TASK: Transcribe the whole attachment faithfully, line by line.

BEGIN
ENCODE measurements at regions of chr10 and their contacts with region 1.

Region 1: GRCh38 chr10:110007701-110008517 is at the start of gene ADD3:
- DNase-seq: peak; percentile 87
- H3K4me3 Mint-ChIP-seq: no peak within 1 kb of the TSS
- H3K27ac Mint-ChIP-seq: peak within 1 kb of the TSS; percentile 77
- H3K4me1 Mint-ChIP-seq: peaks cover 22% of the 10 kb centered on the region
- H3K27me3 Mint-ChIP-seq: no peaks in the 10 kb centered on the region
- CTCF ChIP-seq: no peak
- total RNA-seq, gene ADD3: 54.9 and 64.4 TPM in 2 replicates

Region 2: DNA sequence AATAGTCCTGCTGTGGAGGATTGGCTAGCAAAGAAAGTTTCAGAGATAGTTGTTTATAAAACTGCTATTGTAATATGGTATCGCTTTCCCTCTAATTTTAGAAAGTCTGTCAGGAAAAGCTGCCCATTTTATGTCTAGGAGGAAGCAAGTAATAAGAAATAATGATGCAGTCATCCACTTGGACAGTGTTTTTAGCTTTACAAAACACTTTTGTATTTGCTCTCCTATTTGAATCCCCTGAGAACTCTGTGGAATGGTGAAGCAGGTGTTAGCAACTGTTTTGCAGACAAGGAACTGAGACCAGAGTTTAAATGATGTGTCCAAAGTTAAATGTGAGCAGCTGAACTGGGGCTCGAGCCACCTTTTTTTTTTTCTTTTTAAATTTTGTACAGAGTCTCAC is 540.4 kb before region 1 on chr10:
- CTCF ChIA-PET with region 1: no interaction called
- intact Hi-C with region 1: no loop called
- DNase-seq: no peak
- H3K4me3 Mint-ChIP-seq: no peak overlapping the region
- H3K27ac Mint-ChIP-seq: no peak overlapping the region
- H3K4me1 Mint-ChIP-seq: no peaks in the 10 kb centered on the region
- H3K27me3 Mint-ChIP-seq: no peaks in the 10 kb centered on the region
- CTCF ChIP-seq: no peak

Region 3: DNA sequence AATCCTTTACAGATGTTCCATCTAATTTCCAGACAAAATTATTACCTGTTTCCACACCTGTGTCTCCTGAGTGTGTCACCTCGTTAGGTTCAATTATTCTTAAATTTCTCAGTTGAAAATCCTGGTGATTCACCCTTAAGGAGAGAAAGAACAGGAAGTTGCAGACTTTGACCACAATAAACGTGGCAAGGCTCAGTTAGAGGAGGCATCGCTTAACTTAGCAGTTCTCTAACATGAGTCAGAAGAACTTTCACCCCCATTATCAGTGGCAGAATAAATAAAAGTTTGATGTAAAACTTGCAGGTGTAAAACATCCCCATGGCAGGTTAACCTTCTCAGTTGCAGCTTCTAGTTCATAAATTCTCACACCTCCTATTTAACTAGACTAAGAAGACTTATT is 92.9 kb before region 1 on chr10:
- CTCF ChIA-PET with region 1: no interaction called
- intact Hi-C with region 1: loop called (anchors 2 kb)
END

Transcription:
ENCODE measurements at regions of chr10 and their contacts with region 1.

Region 1: GRCh38 chr10:110007701-110008517 is at the start of gene ADD3:
- DNase-seq: peak; percentile 87
- H3K4me3 Mint-ChIP-seq: no peak within 1 kb of the TSS
- H3K27ac Mint-ChIP-seq: peak within 1 kb of the TSS; percentile 77
- H3K4me1 Mint-ChIP-seq: peaks cover 22% of the 10 kb centered on the region
- H3K27me3 Mint-ChIP-seq: no peaks in the 10 kb centered on the region
- CTCF ChIP-seq: no peak
- total RNA-seq, gene ADD3: 54.9 and 64.4 TPM in 2 replicates

Region 2: DNA sequence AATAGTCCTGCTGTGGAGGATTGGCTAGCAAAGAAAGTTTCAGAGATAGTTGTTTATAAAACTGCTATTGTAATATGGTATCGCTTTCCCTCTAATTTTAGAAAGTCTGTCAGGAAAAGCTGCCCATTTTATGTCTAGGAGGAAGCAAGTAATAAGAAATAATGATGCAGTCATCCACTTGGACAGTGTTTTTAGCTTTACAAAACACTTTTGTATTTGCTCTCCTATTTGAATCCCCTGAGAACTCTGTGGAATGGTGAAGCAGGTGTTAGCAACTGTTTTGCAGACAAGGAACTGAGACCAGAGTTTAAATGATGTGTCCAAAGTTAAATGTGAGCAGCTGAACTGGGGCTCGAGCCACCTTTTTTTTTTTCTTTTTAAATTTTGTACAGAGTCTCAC is 540.4 kb before region 1 on chr10:
- CTCF ChIA-PET with region 1: no interaction called
- intact Hi-C with region 1: no loop called
- DNase-seq: no peak
- H3K4me3 Mint-ChIP-seq: no peak overlapping the region
- H3K27ac Mint-ChIP-seq: no peak overlapping the region
- H3K4me1 Mint-ChIP-seq: no peaks in the 10 kb centered on the region
- H3K27me3 Mint-ChIP-seq: no peaks in the 10 kb centered on the region
- CTCF ChIP-seq: no peak

Region 3: DNA sequence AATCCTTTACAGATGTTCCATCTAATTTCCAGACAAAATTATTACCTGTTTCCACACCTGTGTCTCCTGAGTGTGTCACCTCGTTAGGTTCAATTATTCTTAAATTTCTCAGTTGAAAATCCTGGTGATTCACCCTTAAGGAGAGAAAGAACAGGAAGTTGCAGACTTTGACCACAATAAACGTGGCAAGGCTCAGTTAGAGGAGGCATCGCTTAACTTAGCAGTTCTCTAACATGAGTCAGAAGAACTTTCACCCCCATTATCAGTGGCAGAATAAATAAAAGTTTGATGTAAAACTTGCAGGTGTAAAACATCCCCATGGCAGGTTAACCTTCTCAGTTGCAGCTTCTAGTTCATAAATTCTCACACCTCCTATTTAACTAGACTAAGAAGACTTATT is 92.9 kb before region 1 on chr10:
- CTCF ChIA-PET with region 1: no interaction called
- intact Hi-C with region 1: loop called (anchors 2 kb)